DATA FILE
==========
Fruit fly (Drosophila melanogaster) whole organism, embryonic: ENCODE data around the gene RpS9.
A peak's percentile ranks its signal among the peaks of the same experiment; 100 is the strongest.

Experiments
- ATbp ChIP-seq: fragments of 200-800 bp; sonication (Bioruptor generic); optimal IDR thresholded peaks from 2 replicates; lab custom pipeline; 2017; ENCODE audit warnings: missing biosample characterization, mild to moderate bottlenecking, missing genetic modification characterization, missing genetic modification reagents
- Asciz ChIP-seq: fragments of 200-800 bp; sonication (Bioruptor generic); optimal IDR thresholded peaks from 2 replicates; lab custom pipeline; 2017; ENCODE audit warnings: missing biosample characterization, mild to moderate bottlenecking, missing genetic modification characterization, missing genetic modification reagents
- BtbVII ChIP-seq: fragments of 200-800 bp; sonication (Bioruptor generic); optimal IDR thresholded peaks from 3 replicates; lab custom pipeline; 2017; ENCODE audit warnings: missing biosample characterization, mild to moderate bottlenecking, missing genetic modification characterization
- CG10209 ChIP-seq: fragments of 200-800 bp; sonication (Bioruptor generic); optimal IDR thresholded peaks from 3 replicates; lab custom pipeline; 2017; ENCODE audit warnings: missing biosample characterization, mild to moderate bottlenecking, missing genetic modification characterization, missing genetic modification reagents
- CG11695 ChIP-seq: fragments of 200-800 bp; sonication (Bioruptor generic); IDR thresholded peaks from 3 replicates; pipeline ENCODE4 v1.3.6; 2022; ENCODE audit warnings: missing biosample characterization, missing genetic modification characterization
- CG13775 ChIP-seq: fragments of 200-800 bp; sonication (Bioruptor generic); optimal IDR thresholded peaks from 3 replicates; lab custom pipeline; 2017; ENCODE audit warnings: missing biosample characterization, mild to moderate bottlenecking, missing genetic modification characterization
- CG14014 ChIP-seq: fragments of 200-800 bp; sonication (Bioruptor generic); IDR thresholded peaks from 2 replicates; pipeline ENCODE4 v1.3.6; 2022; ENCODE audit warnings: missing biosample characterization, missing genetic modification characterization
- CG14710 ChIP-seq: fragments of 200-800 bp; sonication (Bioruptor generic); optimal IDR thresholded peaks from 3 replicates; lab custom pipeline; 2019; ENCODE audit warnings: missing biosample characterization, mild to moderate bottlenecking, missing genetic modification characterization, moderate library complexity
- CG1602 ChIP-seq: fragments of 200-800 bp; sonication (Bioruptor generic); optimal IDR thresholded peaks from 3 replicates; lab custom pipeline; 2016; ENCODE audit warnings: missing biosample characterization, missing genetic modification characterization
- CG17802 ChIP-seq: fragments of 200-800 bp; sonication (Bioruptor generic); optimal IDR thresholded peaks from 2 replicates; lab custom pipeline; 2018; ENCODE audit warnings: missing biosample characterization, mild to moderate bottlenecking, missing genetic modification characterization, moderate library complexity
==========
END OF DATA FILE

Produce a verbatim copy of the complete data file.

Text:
Fruit fly (Drosophila melanogaster) whole organism, embryonic: ENCODE data around the gene RpS9.
A peak's percentile ranks its signal among the peaks of the same experiment; 100 is the strongest.

Experiments
- ATbp ChIP-seq: fragments of 200-800 bp; sonication (Bioruptor generic); optimal IDR thresholded peaks from 2 replicates; lab custom pipeline; 2017; ENCODE audit warnings: missing biosample characterization, mild to moderate bottlenecking, missing genetic modification characterization, missing genetic modification reagents
- Asciz ChIP-seq: fragments of 200-800 bp; sonication (Bioruptor generic); optimal IDR thresholded peaks from 2 replicates; lab custom pipeline; 2017; ENCODE audit warnings: missing biosample characterization, mild to moderate bottlenecking, missing genetic modification characterization, missing genetic modification reagents
- BtbVII ChIP-seq: fragments of 200-800 bp; sonication (Bioruptor generic); optimal IDR thresholded peaks from 3 replicates; lab custom pipeline; 2017; ENCODE audit warnings: missing biosample characterization, mild to moderate bottlenecking, missing genetic modification characterization
- CG10209 ChIP-seq: fragments of 200-800 bp; sonication (Bioruptor generic); optimal IDR thresholded peaks from 3 replicates; lab custom pipeline; 2017; ENCODE audit warnings: missing biosample characterization, mild to moderate bottlenecking, missing genetic modification characterization, missing genetic modification reagents
- CG11695 ChIP-seq: fragments of 200-800 bp; sonication (Bioruptor generic); IDR thresholded peaks from 3 replicates; pipeline ENCODE4 v1.3.6; 2022; ENCODE audit warnings: missing biosample characterization, missing genetic modification characterization
- CG13775 ChIP-seq: fragments of 200-800 bp; sonication (Bioruptor generic); optimal IDR thresholded peaks from 3 replicates; lab custom pipeline; 2017; ENCODE audit warnings: missing biosample characterization, mild to moderate bottlenecking, missing genetic modification characterization
- CG14014 ChIP-seq: fragments of 200-800 bp; sonication (Bioruptor generic); IDR thresholded peaks from 2 replicates; pipeline ENCODE4 v1.3.6; 2022; ENCODE audit warnings: missing biosample characterization, missing genetic modification characterization
- CG14710 ChIP-seq: fragments of 200-800 bp; sonication (Bioruptor generic); optimal IDR thresholded peaks from 3 replicates; lab custom pipeline; 2019; ENCODE audit warnings: missing biosample characterization, mild to moderate bottlenecking, missing genetic modification characterization, moderate library complexity
- CG1602 ChIP-seq: fragments of 200-800 bp; sonication (Bioruptor generic); optimal IDR thresholded peaks from 3 replicates; lab custom pipeline; 2016; ENCODE audit warnings: missing biosample characterization, missing genetic modification characterization
- CG17802 ChIP-seq: fragments of 200-800 bp; sonication (Bioruptor generic); optimal IDR thresholded peaks from 2 replicates; lab custom pipeline; 2018; ENCODE audit warnings: missing biosample characterization, mild to moderate bottlenecking, missing genetic modification characterization, moderate library complexity